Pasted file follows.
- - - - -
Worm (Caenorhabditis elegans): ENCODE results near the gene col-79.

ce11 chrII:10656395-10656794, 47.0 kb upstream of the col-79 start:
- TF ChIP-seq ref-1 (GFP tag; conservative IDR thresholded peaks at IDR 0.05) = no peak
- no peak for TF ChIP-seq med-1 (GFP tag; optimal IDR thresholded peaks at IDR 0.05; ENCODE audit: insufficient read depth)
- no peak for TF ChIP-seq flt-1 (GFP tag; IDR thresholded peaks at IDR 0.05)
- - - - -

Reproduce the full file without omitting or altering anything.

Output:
Worm (Caenorhabditis elegans): ENCODE results near the gene col-79.

ce11 chrII:10656395-10656794, 47.0 kb upstream of the col-79 start:
- TF ChIP-seq ref-1 (GFP tag; conservative IDR thresholded peaks at IDR 0.05) = no peak
- no peak for TF ChIP-seq med-1 (GFP tag; optimal IDR thresholded peaks at IDR 0.05; ENCODE audit: insufficient read depth)
- no peak for TF ChIP-seq flt-1 (GFP tag; IDR thresholded peaks at IDR 0.05)